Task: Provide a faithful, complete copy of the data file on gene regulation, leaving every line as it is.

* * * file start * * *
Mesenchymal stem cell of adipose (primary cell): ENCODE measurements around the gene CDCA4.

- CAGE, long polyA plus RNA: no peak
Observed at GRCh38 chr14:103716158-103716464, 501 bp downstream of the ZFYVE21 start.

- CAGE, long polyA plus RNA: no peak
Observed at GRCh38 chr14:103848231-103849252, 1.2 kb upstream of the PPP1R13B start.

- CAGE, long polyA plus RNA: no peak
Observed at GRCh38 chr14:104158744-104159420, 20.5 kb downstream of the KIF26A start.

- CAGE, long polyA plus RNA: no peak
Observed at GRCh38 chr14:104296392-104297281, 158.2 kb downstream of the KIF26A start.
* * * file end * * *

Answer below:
Mesenchymal stem cell of adipose (primary cell): ENCODE measurements around the gene CDCA4.

- CAGE, long polyA plus RNA: no peak
Observed at GRCh38 chr14:103716158-103716464, 501 bp downstream of the ZFYVE21 start.

- CAGE, long polyA plus RNA: no peak
Observed at GRCh38 chr14:103848231-103849252, 1.2 kb upstream of the PPP1R13B start.

- CAGE, long polyA plus RNA: no peak
Observed at GRCh38 chr14:104158744-104159420, 20.5 kb downstream of the KIF26A start.

- CAGE, long polyA plus RNA: no peak
Observed at GRCh38 chr14:104296392-104297281, 158.2 kb downstream of the KIF26A start.